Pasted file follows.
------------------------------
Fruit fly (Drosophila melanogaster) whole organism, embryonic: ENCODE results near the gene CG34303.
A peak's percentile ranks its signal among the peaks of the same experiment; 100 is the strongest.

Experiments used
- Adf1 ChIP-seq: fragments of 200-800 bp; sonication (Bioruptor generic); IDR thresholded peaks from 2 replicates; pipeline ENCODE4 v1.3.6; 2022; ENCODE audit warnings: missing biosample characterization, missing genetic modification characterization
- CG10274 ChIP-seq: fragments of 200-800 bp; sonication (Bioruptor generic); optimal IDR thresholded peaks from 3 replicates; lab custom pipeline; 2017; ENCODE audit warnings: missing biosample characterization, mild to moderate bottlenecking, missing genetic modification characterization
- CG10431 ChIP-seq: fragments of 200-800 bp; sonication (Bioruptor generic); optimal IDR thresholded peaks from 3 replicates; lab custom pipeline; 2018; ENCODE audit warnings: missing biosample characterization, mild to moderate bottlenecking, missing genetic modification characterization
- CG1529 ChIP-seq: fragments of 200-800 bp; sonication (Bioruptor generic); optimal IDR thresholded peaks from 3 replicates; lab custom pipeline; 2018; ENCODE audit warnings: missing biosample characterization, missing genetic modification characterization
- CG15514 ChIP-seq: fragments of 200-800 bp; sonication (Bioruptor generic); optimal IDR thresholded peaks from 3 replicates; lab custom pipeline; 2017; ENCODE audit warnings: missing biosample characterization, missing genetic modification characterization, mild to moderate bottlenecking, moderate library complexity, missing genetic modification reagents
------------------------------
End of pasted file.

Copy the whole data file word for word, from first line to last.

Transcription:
Fruit fly (Drosophila melanogaster) whole organism, embryonic: ENCODE results near the gene CG34303.
A peak's percentile ranks its signal among the peaks of the same experiment; 100 is the strongest.

Experiments used
- Adf1 ChIP-seq: fragments of 200-800 bp; sonication (Bioruptor generic); IDR thresholded peaks from 2 replicates; pipeline ENCODE4 v1.3.6; 2022; ENCODE audit warnings: missing biosample characterization, missing genetic modification characterization
- CG10274 ChIP-seq: fragments of 200-800 bp; sonication (Bioruptor generic); optimal IDR thresholded peaks from 3 replicates; lab custom pipeline; 2017; ENCODE audit warnings: missing biosample characterization, mild to moderate bottlenecking, missing genetic modification characterization
- CG10431 ChIP-seq: fragments of 200-800 bp; sonication (Bioruptor generic); optimal IDR thresholded peaks from 3 replicates; lab custom pipeline; 2018; ENCODE audit warnings: missing biosample characterization, mild to moderate bottlenecking, missing genetic modification characterization
- CG1529 ChIP-seq: fragments of 200-800 bp; sonication (Bioruptor generic); optimal IDR thresholded peaks from 3 replicates; lab custom pipeline; 2018; ENCODE audit warnings: missing biosample characterization, missing genetic modification characterization
- CG15514 ChIP-seq: fragments of 200-800 bp; sonication (Bioruptor generic); optimal IDR thresholded peaks from 3 replicates; lab custom pipeline; 2017; ENCODE audit warnings: missing biosample characterization, missing genetic modification characterization, mild to moderate bottlenecking, moderate library complexity, missing genetic modification reagents